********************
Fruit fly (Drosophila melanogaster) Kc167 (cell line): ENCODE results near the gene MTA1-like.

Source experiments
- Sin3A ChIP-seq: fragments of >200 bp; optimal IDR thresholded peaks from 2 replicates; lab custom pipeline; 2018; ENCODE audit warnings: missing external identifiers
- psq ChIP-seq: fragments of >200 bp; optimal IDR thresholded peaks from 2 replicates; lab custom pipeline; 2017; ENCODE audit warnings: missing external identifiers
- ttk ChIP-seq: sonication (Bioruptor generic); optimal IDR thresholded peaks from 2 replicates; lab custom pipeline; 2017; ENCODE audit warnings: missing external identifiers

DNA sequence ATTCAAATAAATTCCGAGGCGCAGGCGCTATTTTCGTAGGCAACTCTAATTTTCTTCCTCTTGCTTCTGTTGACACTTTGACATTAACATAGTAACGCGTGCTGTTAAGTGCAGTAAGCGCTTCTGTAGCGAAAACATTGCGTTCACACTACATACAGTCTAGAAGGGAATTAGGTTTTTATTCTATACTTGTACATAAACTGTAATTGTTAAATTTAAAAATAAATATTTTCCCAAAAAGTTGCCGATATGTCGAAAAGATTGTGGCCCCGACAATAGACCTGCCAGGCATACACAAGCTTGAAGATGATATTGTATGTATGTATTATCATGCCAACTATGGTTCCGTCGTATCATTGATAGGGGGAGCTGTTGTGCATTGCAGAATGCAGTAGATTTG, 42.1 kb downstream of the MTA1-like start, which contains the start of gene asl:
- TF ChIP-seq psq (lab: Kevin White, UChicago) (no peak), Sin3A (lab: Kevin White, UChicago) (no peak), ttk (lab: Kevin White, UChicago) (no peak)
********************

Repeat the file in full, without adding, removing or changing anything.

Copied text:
Fruit fly (Drosophila melanogaster) Kc167 (cell line): ENCODE results near the gene MTA1-like.

Source experiments
- Sin3A ChIP-seq: fragments of >200 bp; optimal IDR thresholded peaks from 2 replicates; lab custom pipeline; 2018; ENCODE audit warnings: missing external identifiers
- psq ChIP-seq: fragments of >200 bp; optimal IDR thresholded peaks from 2 replicates; lab custom pipeline; 2017; ENCODE audit warnings: missing external identifiers
- ttk ChIP-seq: sonication (Bioruptor generic); optimal IDR thresholded peaks from 2 replicates; lab custom pipeline; 2017; ENCODE audit warnings: missing external identifiers

DNA sequence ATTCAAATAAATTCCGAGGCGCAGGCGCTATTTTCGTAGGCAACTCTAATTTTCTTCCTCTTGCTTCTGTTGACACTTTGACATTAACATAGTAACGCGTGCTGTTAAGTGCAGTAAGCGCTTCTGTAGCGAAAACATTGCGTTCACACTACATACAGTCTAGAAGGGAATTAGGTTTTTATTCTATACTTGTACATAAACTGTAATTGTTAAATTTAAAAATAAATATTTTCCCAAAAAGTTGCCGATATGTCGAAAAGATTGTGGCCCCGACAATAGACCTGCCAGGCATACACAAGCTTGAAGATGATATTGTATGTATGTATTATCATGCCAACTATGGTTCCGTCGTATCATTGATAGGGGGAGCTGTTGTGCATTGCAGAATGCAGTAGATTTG, 42.1 kb downstream of the MTA1-like start, which contains the start of gene asl:
- TF ChIP-seq psq (lab: Kevin White, UChicago) (no peak), Sin3A (lab: Kevin White, UChicago) (no peak), ttk (lab: Kevin White, UChicago) (no peak)